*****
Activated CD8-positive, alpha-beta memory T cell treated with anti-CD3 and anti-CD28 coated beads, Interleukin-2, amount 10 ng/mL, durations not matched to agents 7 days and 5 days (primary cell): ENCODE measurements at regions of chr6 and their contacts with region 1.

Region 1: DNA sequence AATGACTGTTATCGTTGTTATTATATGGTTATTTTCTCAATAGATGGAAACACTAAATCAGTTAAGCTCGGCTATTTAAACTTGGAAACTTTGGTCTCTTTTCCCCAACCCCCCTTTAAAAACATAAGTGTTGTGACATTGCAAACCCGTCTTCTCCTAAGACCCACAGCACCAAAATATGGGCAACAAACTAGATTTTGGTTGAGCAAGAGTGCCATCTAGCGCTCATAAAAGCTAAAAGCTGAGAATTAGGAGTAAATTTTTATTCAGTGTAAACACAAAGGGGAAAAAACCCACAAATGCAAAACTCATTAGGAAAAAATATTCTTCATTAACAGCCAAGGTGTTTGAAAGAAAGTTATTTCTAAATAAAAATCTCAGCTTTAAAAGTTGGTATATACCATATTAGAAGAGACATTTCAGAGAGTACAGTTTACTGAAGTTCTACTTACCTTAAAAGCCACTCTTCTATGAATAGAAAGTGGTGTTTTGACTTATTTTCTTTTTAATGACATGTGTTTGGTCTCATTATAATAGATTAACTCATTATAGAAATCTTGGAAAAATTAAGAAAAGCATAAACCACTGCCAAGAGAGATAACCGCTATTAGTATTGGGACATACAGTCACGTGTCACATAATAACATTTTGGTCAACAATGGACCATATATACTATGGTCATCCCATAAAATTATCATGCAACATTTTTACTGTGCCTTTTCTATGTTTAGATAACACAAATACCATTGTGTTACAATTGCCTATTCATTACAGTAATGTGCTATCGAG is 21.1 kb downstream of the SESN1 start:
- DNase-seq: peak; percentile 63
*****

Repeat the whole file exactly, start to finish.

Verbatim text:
Activated CD8-positive, alpha-beta memory T cell treated with anti-CD3 and anti-CD28 coated beads, Interleukin-2, amount 10 ng/mL, durations not matched to agents 7 days and 5 days (primary cell): ENCODE measurements at regions of chr6 and their contacts with region 1.

Region 1: DNA sequence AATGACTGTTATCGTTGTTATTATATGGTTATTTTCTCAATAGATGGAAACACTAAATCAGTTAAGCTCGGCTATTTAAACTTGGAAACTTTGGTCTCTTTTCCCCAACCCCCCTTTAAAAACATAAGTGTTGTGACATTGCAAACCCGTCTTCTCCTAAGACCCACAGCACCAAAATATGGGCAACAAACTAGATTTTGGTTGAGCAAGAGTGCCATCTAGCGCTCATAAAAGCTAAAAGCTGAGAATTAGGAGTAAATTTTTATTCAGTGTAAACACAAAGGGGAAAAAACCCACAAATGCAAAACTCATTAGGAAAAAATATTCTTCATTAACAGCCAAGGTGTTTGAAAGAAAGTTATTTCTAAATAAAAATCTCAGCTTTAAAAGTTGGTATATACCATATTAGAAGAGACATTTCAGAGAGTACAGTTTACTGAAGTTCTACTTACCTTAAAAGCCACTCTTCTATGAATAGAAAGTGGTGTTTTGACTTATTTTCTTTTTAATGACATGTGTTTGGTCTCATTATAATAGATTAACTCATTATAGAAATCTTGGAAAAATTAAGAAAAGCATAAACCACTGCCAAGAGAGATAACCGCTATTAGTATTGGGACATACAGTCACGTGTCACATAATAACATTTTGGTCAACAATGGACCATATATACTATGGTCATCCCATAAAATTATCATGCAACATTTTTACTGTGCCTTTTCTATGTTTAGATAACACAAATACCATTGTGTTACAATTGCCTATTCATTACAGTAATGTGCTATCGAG is 21.1 kb downstream of the SESN1 start:
- DNase-seq: peak; percentile 63